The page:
Tax the Churches, They’re Being “Political”

I ran across my bizzillionth “tax the churches, they’re talking politics” comment on a thread … probably about the redefinition of Marriage.   I find it a very strange and disturbing argument, yet it comes up again and again. There is nowhere, anywhere in our Constitution or any law consistent with it that it says Churches can’t talk about politics. The dual purpose of the religious freedom portion of the first amendment is to avoid a situation where unelected church officials get official government positions and have a direct say in laws, and it is also to keep people in government from using coersion (like, say, levying huge taxes) on Churches … for instance, for publicly stating opinions that perhaps those currently in power don’t like.

There is nowhere in Constitutional or Natural law that says the people can’t vote for a law based on religious belief, or even that direct Church principles can’t be voted into law by the people.

Most churches teach that, for instance, murder is wrong, and we have laws against murder. Does that mean that a priest or preacher can’t speak out in favor of murder laws without accused of being “political”? And frankly, what is the matter with them being “political”? Are not laws ultimately a reflection of morality?

What is forbidden allowing Church officials to make binding laws on their own.

For all the talk of “Theocracy”, you have to understand that a Theocracy would be Church officials having the power to make legally binding civil law, circumventing the processes set up by the definition of the Republic (that would be the Constitution).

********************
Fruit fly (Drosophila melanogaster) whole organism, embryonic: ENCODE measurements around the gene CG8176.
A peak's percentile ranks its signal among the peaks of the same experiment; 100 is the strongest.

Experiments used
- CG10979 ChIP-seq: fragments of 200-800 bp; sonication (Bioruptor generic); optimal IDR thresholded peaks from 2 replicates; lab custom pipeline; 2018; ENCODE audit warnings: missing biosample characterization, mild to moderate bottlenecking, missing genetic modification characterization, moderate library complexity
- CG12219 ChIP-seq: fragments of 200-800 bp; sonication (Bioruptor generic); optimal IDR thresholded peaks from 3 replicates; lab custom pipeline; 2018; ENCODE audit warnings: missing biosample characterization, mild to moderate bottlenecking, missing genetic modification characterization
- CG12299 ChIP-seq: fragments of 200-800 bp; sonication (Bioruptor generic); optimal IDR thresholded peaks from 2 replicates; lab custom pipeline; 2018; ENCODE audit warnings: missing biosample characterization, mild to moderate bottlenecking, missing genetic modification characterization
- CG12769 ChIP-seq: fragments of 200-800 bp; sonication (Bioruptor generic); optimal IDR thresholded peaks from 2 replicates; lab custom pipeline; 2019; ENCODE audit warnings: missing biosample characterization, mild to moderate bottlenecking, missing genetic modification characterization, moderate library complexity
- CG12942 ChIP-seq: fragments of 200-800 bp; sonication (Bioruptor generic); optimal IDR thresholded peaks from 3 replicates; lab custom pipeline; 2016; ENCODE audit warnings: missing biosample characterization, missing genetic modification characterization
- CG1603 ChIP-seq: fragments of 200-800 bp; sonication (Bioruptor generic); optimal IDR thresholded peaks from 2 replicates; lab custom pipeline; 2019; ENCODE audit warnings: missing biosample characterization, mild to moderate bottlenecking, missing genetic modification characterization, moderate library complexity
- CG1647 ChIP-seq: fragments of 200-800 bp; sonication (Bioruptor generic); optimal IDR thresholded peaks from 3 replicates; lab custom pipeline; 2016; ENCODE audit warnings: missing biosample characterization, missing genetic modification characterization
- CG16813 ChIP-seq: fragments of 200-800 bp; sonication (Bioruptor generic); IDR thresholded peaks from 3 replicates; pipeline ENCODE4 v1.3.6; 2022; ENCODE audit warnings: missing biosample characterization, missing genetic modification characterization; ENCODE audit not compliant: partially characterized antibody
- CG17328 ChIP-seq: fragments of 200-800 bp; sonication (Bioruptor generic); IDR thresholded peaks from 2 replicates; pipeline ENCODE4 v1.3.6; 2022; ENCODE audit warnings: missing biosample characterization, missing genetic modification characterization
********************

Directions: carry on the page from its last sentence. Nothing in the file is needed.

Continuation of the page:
Loading Likes...
This entry was posted in Things I Wish Liberals Understood on by .

About philmon

Part mountain junkie, part decent amateur photographer, part survivalist, part not-so-decent amateur musician, part sysadmin. Husband, step-dad, grandpa, and music freak who digs mechanical clocks, barometers, and Gil Elvgren pinups. Studied Meteorolgy & Computer Science. And the U.S. Constitution.

5 thoughts on “Tax the Churches, They’re Being “Political”

  1. Severian

    Uh huh. And those Episcopal, reformed Lutheran, etc. congregations who are all about homosexual marriage, ordination, etc. — all losing membership in droves, not that it’s related I’m sure– they’re perfectly apolitical, no?

    It still amazes me how few people realize that the largest denomination in the USA is the Church of Leftism.

  2. philmon Post author

    While we’re on the subject, this is a refreshing article (in decidedly unrefreshing times).

    I particularly like the assessment he made of those liberal strawman arguments they use to puff their egos.

    What’s driving Rev. León crazy is hatred of those he deems his moral inferiors, not anything Republicans do. He could assuage his mental discomfort by discovering a less juvenile interpretation of a philosophy and theology he doesn’t share.

    I’m filing that last sentence away for future use.

  3. Severian

    “A less juvenile interpretation.” That’s priceless.

    Like almost everybody, I was a liberal in college. Sometimes unctious acquaintances ask me what changed. I say: “Short answer? I grew the fuck up.”

  4. Soozcat

    Late to the party on this one, but I just wanted to add:

    It interests me how much of this is a “you got your chocolate in my peanut butter/you got your peanut butter in my chocolate” argument. From my point of view, American leftists are waging a kind of creeping land-grab on traditional morality, attempting to wrest certain concepts with deeply religious overtones — abortion, gambling, the definition of marriage — away from the churches and put them into the hands of politicians, then castigating religious figures for “dabbling in politics” when they dare to speak up about it.

  5. philmon Post author

    You are exactly right, Soozcat.

    When you replace Church *with* State, your separation and all the reasons for it are out the window.

    Baby. Bathwater.

    You’re left with stinky, dirty people.

Comments are closed.